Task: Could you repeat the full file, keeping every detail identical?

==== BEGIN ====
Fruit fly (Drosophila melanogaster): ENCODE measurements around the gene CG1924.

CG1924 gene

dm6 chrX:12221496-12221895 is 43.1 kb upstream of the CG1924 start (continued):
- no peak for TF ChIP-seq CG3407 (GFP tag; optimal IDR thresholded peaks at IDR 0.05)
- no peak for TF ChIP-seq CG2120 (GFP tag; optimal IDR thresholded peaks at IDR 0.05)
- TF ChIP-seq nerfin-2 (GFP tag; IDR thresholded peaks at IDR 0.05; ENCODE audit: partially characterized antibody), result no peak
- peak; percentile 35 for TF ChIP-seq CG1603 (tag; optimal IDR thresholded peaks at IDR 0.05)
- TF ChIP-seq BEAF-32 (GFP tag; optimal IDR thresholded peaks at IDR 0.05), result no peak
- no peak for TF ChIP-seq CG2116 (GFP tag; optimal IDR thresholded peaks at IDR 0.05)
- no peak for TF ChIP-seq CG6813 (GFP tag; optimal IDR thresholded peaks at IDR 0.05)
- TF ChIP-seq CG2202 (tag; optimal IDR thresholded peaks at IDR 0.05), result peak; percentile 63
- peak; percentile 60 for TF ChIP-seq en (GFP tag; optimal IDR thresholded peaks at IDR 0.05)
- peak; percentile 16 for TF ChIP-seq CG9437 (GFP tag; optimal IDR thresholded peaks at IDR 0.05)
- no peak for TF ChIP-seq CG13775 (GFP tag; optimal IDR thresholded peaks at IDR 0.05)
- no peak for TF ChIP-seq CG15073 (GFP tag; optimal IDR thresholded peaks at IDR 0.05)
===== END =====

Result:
Fruit fly (Drosophila melanogaster): ENCODE measurements around the gene CG1924.

CG1924 gene

dm6 chrX:12221496-12221895 is 43.1 kb upstream of the CG1924 start (continued):
- no peak for TF ChIP-seq CG3407 (GFP tag; optimal IDR thresholded peaks at IDR 0.05)
- no peak for TF ChIP-seq CG2120 (GFP tag; optimal IDR thresholded peaks at IDR 0.05)
- TF ChIP-seq nerfin-2 (GFP tag; IDR thresholded peaks at IDR 0.05; ENCODE audit: partially characterized antibody), result no peak
- peak; percentile 35 for TF ChIP-seq CG1603 (tag; optimal IDR thresholded peaks at IDR 0.05)
- TF ChIP-seq BEAF-32 (GFP tag; optimal IDR thresholded peaks at IDR 0.05), result no peak
- no peak for TF ChIP-seq CG2116 (GFP tag; optimal IDR thresholded peaks at IDR 0.05)
- no peak for TF ChIP-seq CG6813 (GFP tag; optimal IDR thresholded peaks at IDR 0.05)
- TF ChIP-seq CG2202 (tag; optimal IDR thresholded peaks at IDR 0.05), result peak; percentile 63
- peak; percentile 60 for TF ChIP-seq en (GFP tag; optimal IDR thresholded peaks at IDR 0.05)
- peak; percentile 16 for TF ChIP-seq CG9437 (GFP tag; optimal IDR thresholded peaks at IDR 0.05)
- no peak for TF ChIP-seq CG13775 (GFP tag; optimal IDR thresholded peaks at IDR 0.05)
- no peak for TF ChIP-seq CG15073 (GFP tag; optimal IDR thresholded peaks at IDR 0.05)